What Wines Pair with Placenta?

The sensationalistic gross-out topic of eating one's placenta after birth is a perennial source of interest for writers and readers. But a new article (now available online) in the latest issue of Meatpaper, written by Cynthia Mitchell (a friend of mine), approaches it with hilarity. Mitchell became interested in the topic when she and her roommate were approached by a mysterious group called Adventures in Dining and asked to host a placenta-eating dinner at their apartment. Although the dinner was canceled (something about the placenta having been "tainted" by formaldehyde), Mitchell was intrigued, and decided to research the topic of "placentophagy." As you might expect, the blood-filled sack is nutritious and has been used in many cultures as a cure or nutritional supplement in various forms. But wait, there's more.

Mitchell writes: "Placentas have been eaten; buried; burned; marched in parades; sung to; dressed in clothing; entombed in pyramids (of their own!); floated down rivers; stolen; sold; used to curse, bless, cure, and beautify; been talked to; not talked in front of; taken on trips, given gifts of pens and needles; taken to school; fed; stabbed; used to make art prints; turned into teddy bears; tied to the heads of children; and probably a host of other things too strange or mundane to record."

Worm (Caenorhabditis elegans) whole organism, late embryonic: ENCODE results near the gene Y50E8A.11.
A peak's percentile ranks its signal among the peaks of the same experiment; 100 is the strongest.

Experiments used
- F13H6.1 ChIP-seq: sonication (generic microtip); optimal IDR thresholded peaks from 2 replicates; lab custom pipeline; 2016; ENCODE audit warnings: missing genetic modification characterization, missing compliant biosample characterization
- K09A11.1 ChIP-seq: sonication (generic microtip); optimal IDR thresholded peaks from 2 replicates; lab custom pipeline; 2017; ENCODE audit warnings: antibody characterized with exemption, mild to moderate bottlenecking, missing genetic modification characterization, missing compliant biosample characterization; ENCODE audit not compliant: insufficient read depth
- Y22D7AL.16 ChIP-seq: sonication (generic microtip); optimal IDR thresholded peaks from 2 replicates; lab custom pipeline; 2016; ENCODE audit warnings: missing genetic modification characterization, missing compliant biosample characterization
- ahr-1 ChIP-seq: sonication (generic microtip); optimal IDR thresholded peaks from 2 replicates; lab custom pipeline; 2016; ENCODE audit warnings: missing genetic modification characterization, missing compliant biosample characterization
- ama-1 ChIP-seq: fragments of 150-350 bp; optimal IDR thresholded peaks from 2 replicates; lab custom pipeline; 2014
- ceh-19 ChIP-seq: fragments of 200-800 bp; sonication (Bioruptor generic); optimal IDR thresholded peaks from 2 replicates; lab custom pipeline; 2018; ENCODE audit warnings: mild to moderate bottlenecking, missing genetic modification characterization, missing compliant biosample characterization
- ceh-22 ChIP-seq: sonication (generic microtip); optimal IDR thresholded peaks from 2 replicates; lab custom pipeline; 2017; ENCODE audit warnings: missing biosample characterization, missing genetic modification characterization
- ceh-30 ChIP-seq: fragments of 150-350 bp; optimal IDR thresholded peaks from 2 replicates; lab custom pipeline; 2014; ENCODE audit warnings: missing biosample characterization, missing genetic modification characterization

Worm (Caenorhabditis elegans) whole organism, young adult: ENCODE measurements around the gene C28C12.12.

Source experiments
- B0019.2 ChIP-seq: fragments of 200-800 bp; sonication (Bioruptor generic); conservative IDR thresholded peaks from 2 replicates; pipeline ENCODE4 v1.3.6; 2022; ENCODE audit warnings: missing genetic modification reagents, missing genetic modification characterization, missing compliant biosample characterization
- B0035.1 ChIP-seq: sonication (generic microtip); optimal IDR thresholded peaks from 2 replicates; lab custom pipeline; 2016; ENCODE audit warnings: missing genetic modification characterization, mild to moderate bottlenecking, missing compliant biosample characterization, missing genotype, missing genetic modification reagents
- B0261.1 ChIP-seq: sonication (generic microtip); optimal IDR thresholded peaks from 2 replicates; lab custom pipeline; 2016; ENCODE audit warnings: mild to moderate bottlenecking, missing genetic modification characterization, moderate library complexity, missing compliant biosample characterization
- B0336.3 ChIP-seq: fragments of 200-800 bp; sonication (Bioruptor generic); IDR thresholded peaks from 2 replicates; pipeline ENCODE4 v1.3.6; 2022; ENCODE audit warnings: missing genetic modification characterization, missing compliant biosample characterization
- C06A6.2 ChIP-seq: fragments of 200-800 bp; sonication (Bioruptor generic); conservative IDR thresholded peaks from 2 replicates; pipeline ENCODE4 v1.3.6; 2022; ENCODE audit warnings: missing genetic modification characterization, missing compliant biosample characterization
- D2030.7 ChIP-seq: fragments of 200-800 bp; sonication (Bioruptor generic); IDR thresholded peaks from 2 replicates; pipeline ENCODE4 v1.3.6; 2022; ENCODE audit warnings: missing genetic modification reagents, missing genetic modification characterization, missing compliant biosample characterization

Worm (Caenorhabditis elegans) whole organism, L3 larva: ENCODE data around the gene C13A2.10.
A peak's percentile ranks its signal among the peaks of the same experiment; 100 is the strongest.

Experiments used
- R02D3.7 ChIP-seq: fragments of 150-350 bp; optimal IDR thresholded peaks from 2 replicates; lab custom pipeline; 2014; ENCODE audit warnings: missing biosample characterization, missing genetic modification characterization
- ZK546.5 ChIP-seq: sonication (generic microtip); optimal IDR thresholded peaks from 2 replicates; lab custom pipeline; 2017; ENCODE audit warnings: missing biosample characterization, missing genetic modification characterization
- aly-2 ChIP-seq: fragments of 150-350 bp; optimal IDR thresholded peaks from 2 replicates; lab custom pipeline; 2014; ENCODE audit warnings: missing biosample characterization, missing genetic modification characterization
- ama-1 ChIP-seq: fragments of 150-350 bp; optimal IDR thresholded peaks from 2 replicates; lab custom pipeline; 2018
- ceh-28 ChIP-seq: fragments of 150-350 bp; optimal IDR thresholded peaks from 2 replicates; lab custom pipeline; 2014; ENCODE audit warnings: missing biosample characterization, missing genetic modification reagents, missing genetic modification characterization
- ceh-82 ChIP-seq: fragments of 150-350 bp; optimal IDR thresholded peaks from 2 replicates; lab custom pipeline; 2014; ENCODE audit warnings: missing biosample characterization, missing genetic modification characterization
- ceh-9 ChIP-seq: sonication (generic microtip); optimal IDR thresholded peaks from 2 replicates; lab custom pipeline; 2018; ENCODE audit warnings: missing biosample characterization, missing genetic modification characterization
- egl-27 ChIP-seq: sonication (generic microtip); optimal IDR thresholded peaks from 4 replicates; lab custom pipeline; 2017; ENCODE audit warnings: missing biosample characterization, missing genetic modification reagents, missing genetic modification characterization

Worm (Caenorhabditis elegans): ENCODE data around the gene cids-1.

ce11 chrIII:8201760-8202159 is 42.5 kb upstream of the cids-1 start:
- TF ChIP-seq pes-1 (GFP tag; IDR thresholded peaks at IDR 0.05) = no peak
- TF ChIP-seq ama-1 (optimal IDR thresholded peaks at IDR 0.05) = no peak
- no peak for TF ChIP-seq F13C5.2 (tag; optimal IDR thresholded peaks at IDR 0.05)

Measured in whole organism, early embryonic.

After a handful of wild placenta chases, Mitchell eventually does find a few modern Americans who have tasted the nurturing birth sack, including one who said "it was dried and shaped like a little flat cookie." You'll have to read the article to find out what it tasted like. And if you're still game (and have access to a placenta), Mitchell includes a placenta lasagne recipe and a wine pairing suggestion.

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